- Originally published on the Bartitsu.org site on Wednesday, 12th May 2010
“To be courageous is enviable, whilst, on the other hand, to be able to conceal the absence of courage is useful” – Baron Charles de Berenger, 1835
Seven decades before E.W. Barton-Wright produced his articles on Bartitsu, there was Baron Charles de Berenger and his “Defensive Gymnastics”.
Lieutenant Colonel Charles Random, Baron de Berenger, was a colourful character indeed. Virtually nothing is known of his early life, except that he was born with the humbler name of Charles Random sometime in the late 18th Century.
During the first decade of the 1800s he was reported to have been working as a colourer at Ackermann’s Printing Company in London and to have been serving as an Army volunteer. He was a notably good shot with both rifle and pistol. As a well-mannered young sportsman he enjoyed the patronage of a banker named Hammerley, and it was at Mr. Hammerley’s home that Random met and subsequently married a German widow, the Baroness de Berenger. He would probably have been aged in his late twenties at that time.
By virtue of having married a Baroness, it appears that Random then assumed the title of Baron and for the rest of his life announced himself as “Charles Random de Berenger de Beaufain” and claimed to be of noble Prussian heritage.
By all reports an effusively polite and remarkably inventive man, de Berenger was none-the-less prone to financial problems. While the Napoleonic Wars raged throughout the European mainland, de Berenger landed in a London debtor’s jail on at least one occasion. In 1814 he was implicated in an audacious and elaborate stock fraud that included temporarily convincing a large proportion of London society that Napoleon Bonaparte had been killed. De Berenger served a year in prison for his part in that infamous affair.
By 1830 de Berenger appears to have come into a very substantial sum of money, enough to purchase a large estate in the London suburb of Chelsea.
At the time de Berenger bought the property it was a fine estate including a large villa and some eleven acres of picturesque park-land bordering the river Thames. Perhaps in consequence of his interests in marksmanship and athletics, he immediately began work on converting the oak and elm-studded grounds of Cremorne House into an elaborate outdoor training facility for all manner of sports. He installed butts (targets) for archery, pistol and rifle shooting, set aside fields for equestrian training and planned a “floating school of Natation (swimming),” to be set upon pontoons and moored to his pier.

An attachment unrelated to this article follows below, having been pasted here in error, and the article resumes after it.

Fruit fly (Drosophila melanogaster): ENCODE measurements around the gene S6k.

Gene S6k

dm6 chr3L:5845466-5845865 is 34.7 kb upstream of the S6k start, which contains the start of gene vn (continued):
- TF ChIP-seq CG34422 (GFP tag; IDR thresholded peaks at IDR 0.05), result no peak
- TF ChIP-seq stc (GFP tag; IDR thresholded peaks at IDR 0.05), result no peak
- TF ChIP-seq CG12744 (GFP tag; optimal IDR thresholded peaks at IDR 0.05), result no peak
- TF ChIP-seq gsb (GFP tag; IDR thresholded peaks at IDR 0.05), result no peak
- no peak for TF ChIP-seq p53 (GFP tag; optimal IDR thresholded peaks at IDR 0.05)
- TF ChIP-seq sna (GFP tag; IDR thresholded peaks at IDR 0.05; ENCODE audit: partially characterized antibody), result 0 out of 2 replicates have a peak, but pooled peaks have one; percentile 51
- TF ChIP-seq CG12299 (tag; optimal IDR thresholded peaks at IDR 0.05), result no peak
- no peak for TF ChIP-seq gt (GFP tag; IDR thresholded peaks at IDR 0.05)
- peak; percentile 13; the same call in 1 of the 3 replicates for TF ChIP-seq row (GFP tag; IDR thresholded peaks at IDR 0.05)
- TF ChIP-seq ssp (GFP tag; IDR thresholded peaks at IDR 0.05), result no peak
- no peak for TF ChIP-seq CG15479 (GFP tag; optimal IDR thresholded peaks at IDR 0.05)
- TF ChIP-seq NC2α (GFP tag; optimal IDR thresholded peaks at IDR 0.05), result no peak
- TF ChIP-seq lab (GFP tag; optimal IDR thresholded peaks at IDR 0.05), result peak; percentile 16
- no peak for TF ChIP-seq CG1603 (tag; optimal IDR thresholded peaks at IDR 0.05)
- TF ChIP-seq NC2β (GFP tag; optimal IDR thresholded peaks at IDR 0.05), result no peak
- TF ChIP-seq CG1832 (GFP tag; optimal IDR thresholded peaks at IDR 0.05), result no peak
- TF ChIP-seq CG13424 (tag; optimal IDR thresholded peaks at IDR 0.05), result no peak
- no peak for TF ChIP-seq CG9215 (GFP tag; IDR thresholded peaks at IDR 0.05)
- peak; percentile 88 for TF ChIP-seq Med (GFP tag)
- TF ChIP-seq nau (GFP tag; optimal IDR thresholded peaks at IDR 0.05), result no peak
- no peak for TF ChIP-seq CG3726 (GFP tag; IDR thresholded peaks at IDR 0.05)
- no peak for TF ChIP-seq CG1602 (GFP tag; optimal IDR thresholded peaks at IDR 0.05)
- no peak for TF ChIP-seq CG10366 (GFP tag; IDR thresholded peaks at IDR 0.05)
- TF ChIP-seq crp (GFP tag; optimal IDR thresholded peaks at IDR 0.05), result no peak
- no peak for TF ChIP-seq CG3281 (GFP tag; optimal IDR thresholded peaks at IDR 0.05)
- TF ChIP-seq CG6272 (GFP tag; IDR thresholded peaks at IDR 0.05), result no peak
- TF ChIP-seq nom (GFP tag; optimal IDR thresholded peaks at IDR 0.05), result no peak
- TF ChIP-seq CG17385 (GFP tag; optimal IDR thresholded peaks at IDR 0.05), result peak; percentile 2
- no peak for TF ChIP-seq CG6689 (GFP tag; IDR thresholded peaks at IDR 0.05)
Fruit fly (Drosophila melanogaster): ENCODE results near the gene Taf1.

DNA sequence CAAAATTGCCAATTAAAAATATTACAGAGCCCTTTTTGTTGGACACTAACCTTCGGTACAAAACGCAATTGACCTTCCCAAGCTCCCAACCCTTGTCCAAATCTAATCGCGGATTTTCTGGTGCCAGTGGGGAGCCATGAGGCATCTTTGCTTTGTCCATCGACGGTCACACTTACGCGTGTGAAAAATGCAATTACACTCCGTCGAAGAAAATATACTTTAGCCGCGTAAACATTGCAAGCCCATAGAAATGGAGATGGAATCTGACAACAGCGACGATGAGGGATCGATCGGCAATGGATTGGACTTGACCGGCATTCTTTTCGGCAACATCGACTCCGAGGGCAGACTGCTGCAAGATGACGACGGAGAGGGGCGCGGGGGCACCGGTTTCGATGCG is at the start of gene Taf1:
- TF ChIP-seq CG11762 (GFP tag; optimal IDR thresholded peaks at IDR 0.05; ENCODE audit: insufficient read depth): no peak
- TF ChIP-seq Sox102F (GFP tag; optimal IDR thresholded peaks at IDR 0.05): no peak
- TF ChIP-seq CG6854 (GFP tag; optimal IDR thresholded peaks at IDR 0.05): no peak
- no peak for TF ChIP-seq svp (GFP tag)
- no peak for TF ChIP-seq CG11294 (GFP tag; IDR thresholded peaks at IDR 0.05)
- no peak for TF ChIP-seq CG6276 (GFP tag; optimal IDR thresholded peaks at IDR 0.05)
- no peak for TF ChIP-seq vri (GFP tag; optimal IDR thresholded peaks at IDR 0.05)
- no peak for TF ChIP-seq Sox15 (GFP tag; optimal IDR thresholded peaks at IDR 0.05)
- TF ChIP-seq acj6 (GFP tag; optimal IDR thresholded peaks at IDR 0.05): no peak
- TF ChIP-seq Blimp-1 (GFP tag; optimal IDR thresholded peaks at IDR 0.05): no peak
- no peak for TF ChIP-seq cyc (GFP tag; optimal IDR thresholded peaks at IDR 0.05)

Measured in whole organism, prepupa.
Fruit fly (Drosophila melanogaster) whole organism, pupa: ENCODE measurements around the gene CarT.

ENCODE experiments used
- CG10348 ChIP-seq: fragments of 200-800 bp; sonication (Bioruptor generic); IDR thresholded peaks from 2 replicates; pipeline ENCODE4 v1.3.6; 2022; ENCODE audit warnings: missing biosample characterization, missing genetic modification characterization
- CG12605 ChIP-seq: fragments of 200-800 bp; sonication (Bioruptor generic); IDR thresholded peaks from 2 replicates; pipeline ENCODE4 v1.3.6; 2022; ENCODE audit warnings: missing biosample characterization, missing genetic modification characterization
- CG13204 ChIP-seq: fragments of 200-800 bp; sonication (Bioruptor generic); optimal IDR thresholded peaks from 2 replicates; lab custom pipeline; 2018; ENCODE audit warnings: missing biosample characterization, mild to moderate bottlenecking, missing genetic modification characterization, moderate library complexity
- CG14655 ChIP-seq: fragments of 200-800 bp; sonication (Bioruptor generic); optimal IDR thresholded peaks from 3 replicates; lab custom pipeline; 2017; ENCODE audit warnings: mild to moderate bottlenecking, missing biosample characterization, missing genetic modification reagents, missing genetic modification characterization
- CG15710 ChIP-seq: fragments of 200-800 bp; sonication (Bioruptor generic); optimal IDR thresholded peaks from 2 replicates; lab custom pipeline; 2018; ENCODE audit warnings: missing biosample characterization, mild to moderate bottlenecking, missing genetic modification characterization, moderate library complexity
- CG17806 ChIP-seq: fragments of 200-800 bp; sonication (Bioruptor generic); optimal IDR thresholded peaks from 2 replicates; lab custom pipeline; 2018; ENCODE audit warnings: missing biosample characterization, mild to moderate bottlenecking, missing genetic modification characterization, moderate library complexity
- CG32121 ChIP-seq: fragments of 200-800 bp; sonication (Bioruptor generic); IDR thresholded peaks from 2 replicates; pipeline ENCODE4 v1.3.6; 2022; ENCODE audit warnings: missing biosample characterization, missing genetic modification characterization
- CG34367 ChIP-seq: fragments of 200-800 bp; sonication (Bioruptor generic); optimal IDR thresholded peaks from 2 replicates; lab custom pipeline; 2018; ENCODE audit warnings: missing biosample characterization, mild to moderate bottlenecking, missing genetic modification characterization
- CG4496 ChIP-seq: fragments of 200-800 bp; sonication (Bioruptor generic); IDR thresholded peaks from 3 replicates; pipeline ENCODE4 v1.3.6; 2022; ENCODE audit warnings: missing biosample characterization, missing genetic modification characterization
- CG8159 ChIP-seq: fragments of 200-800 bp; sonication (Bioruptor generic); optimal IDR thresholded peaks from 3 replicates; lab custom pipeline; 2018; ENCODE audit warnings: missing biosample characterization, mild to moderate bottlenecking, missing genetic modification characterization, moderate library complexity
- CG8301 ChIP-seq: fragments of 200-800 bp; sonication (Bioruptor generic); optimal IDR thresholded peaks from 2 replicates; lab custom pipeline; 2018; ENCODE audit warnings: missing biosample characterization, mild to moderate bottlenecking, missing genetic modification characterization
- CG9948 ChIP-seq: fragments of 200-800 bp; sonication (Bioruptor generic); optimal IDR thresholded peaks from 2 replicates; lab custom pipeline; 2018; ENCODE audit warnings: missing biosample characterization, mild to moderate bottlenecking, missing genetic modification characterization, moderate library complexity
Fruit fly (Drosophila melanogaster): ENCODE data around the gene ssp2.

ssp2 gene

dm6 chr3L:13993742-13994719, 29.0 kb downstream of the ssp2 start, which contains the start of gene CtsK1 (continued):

On May 28th, 1831 the Baron issued a prospectus for “THE STADIUM, Cremorne House, Chelsea, established for the tuition and practice of skilful and manly exercises generally.” The Stadium’s motto was “Volenti nihil difficile,” “Nothing is difficult for him who has the will.”
This prospectus and one subsequent were notable for including pictures by both de Berenger himself and his friend, the famous caricaturist and illustrator George Cruikshank.
“How to Protect Life and Property”
In 1835, de Berenger released his second book, “Helps and Hints: How to Protect Life and Property.” His format and style may have been modeled after that of Lord Chesterfield, whose correspondence with his son Philip (dating from 1730) had since been compiled into a popular and controversial volume. In any case, de Berenger chose to frame “How to Protect Life and Property” as a series of letters to his own son, Augustus, advising him on how to prevent or otherwise counter a myriad of potential threats.
Thus, de Berenger’s work may actually be considered as an early ancestor of the modern “self-protection handbook” genre. De Berenger did not simply present a system of, for example, fencing, nor boxing; rather, his lessons addressed self-defence in the broadest sense, including everything from escaping a burning house to numerous tricks of hand to hand combat; from dealing with wild animals to the avoiding the depredations of swindlers and pickpockets, with numerous digressions on the subjects of manly courage and morality.
The book was well-received by most contemporary reviewers, although it was dismissed out of hand by a much later (and deeply unsympathetic) writer as being a “claptrap book of gymnastics.” Several journals noted the Baron’s apparent obsession with moral conduct, which was cast in a rather ironic light by his involvement in the Stock Exchange scandal, but most seem to have taken his unusually florid prose style with amused good grace and to have been genuinely impressed with the scope and detail of his instruction and anecdotes.
In 2008, de Berenger’s writings on self-protection were re-published as “Defensive Gymnastics”, a compilation of the Baron’s advice on the different modes of “manly character”; the use of defensive gymnastics with fists, canes, whips, pistols and umbrellas to thwart pickpockets, street ruffians and con-artists; and how to escape from highwaymen, burning buildings, icy ponds and wild bulls.
The 2008 edition features over 50 new photographs and drawings, an introductory biography and a special feature on the Baron’s Stadium. Here is a short video preview: